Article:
Art and Design

A hearty tribute to DIY, recycling and mohair

Matthew Krouse

In its latest edition, the decorating and design magazine Visi has found a novel way to promote South African mohair.

The January cover of the bi-monthly has been designed to resemble an embroidery pattern. Readers have been supplied with a small skein of mohair yarn (courtesy of the trade organisation Mohair SA) with which to cross-stitch a heart shape at the centre of the slogan “I heart DIY”.

The point of the design is to highlight the theme of the magazine’s issue number 64: “DIY deluxe”.

In addition to the mohair sample, readers are invited to dash down to their local haberdashery for thick needles and wool. With this, they can decorate their Visi cover in any colours and enter a competition sponsored by — you guessed it — Mohair SA. Various products are being given away to creative readers who have the time to embroider their magazine covers nicely. In this way Mohair SA hopes to use Visi to inform readers that South Africa produces half the world’s supply of the luxurious fibre made from the wool of the angora goat.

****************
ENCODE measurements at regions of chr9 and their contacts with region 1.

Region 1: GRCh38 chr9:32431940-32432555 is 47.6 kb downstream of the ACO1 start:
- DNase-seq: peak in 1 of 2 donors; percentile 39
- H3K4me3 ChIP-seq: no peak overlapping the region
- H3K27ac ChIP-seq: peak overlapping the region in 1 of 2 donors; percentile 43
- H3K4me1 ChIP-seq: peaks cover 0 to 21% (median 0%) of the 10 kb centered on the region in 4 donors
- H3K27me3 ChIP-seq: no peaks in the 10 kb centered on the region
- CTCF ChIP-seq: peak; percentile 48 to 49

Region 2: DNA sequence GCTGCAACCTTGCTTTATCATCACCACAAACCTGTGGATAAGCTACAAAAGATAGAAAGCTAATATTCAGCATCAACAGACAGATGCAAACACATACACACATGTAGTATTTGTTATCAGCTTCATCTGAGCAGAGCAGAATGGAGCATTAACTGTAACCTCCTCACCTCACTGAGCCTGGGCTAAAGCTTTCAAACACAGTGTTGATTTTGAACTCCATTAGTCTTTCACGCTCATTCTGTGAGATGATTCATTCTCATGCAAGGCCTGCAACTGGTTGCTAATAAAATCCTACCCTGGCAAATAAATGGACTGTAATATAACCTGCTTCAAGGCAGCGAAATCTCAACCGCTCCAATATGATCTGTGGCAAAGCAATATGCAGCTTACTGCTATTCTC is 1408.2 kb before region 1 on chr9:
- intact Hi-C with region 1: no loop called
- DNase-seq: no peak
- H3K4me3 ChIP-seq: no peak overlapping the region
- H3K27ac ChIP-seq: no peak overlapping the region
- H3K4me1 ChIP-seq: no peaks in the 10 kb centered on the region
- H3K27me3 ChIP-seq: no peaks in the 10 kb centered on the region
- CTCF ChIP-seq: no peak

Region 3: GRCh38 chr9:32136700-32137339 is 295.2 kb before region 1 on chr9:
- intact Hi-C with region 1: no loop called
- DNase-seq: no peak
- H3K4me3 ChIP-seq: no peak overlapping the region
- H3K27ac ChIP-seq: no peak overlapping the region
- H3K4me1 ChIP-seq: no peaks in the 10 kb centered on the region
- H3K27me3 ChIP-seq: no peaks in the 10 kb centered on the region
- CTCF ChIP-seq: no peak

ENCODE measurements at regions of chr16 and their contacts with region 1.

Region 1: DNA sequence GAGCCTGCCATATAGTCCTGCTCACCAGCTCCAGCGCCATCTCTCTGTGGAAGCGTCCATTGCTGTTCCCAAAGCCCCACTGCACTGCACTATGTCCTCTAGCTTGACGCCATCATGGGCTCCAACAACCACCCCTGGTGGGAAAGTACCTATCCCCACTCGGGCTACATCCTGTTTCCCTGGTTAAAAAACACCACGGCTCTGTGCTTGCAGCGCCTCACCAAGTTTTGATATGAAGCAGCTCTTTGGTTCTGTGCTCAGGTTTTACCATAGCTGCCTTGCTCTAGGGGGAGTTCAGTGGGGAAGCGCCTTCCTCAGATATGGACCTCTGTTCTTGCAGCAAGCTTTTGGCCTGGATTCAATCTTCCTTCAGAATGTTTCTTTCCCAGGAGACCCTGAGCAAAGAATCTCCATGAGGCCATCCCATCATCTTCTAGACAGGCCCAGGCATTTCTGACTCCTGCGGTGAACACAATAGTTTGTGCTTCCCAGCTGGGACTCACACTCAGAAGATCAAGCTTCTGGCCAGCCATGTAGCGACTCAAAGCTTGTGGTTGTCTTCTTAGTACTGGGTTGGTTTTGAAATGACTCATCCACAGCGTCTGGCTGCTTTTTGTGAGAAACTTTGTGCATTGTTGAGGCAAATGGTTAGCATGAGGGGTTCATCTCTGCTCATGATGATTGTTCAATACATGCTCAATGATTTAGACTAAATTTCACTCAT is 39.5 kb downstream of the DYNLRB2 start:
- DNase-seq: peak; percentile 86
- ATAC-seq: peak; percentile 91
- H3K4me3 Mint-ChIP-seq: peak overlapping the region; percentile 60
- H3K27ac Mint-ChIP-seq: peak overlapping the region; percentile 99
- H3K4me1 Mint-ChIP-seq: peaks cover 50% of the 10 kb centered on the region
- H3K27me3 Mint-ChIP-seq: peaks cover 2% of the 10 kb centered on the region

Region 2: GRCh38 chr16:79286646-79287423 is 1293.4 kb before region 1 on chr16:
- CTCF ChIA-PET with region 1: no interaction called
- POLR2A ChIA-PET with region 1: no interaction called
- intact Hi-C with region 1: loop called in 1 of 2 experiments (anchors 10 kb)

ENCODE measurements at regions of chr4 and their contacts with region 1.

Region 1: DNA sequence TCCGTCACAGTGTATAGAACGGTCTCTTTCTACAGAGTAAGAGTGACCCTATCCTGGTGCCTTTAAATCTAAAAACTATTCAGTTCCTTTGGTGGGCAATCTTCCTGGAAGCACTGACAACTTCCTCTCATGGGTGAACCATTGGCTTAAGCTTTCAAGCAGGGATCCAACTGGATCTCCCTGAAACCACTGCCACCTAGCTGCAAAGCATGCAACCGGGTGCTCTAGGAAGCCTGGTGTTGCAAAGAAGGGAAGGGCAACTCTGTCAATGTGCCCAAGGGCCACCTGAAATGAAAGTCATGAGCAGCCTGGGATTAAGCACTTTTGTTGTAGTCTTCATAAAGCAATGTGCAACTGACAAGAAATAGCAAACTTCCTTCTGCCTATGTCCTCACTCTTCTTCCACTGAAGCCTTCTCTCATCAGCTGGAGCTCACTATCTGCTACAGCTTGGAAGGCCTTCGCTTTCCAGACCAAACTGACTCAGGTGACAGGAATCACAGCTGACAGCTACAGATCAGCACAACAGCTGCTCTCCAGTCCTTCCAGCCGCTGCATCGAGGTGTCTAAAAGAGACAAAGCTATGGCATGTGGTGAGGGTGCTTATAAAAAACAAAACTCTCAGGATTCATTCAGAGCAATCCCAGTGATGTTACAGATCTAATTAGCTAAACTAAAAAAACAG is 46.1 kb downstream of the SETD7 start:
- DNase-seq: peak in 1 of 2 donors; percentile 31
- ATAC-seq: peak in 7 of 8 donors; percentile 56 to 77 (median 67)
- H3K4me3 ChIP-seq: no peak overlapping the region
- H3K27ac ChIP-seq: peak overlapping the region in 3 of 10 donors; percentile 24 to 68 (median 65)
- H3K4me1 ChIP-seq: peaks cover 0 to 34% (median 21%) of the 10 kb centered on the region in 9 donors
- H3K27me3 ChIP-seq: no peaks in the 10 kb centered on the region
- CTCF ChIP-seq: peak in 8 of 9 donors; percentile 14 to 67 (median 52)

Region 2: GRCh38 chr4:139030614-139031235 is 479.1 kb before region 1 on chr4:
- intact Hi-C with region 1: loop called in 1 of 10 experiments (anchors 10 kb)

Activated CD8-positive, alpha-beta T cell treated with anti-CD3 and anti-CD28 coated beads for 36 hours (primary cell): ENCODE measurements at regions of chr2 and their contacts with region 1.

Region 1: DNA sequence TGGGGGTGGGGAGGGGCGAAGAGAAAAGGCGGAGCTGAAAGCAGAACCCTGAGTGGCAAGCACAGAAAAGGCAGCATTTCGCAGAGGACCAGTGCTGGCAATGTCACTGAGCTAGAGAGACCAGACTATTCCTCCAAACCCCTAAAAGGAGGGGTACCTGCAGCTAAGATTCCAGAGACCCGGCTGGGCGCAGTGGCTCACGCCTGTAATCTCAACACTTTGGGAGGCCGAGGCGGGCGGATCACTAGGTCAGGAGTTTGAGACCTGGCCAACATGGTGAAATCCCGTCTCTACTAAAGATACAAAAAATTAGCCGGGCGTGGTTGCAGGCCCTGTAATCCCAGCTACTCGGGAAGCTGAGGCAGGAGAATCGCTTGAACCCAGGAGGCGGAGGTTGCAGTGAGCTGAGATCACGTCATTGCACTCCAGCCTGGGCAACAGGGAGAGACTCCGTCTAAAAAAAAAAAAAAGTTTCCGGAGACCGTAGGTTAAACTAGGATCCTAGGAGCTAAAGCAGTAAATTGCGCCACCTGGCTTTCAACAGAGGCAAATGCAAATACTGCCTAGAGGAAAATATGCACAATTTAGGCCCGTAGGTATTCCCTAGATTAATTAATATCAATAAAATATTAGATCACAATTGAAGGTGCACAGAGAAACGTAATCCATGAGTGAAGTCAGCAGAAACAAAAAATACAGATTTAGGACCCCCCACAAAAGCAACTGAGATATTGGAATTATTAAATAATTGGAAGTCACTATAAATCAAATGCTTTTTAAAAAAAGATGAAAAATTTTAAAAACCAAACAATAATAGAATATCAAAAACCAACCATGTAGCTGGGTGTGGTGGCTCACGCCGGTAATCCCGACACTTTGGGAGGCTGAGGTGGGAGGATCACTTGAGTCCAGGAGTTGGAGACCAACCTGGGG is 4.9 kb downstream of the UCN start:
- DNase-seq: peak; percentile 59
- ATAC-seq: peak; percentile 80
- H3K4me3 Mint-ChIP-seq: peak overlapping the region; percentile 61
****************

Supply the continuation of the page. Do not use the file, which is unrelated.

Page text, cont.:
Otherwise, the edition showcases some wacky recycle concepts, not all in such good taste: a mammoth religious cross constructed of lit-up milk crates for a makeshift church; a decorative Parisian wall display of nearly 50 vintage toasters; an old fridge used as a television stand and a stack of worn-out rubber tyres used as a dog’s bed or an oversized ice bucket.

The major chapter heading of the edition is produced by graphic artist Lauren Fowler, in the style of the cover. It’s a round embroidery hoop containing the words “32 reasons to always love smart ideas”. Again, the word love is symbolised by a red heart.

Each of the 32 reasons showcases the talents of a designer, their philosophy or a masterful creation summarising their oeuvre. Number four is the work of Fowler whose blog (lost­isaplacetoo.blogspot.com) reminds us how the old Afrikaner homestead is joining the craze for all things Quaker and Amish.

In a short interview, Fowler tells us that the beauty of current South African design is that “everything looks finessed, not mass-produced. Our products feel crafted”.

In tone, the magazine’s design evokes nostalgia for granny’s lounge and combines veteran designer Milton Glaser’s nifty, groundbreaking promotion of his city, New York, with the slogan “I heart NY”.

In this way Visi has, appropriately, made something new out of concepts that are old. And that, after all, is what recycling is all about.

 


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